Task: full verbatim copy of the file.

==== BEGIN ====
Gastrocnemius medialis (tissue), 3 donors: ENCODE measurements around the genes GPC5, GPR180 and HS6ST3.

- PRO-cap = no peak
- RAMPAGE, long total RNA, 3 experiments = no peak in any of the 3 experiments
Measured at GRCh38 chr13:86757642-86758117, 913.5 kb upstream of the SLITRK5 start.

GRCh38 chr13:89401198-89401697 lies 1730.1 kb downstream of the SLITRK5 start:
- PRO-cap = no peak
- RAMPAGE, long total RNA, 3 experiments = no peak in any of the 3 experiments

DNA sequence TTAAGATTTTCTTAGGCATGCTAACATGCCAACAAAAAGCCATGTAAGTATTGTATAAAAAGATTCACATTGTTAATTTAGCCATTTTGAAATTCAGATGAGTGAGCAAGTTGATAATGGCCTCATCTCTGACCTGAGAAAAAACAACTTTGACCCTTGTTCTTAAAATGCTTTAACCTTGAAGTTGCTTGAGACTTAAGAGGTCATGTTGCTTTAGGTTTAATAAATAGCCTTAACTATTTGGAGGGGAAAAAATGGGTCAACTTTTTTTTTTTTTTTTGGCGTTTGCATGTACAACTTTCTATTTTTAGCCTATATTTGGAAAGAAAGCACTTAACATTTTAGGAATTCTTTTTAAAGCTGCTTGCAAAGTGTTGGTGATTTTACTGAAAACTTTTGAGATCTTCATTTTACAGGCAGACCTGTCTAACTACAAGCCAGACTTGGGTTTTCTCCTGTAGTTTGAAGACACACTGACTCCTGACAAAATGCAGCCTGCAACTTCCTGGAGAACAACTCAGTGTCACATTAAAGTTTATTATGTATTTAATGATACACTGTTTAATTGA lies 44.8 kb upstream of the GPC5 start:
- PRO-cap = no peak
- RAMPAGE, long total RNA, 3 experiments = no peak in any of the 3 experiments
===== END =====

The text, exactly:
Gastrocnemius medialis (tissue), 3 donors: ENCODE measurements around the genes GPC5, GPR180 and HS6ST3.

- PRO-cap = no peak
- RAMPAGE, long total RNA, 3 experiments = no peak in any of the 3 experiments
Measured at GRCh38 chr13:86757642-86758117, 913.5 kb upstream of the SLITRK5 start.

GRCh38 chr13:89401198-89401697 lies 1730.1 kb downstream of the SLITRK5 start:
- PRO-cap = no peak
- RAMPAGE, long total RNA, 3 experiments = no peak in any of the 3 experiments

DNA sequence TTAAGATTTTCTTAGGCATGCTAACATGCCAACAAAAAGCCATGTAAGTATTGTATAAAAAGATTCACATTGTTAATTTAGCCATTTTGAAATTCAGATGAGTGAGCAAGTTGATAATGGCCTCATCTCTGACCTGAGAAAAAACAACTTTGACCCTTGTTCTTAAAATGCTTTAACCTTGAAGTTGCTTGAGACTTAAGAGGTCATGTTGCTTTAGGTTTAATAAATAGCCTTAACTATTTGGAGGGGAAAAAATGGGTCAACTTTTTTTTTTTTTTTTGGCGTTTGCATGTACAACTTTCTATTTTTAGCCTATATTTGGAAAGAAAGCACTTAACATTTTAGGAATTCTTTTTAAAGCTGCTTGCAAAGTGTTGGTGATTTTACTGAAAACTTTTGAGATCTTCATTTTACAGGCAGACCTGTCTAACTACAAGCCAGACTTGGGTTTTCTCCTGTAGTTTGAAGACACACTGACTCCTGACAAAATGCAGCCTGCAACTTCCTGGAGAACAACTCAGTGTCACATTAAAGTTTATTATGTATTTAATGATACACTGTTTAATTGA lies 44.8 kb upstream of the GPC5 start:
- PRO-cap = no peak
- RAMPAGE, long total RNA, 3 experiments = no peak in any of the 3 experiments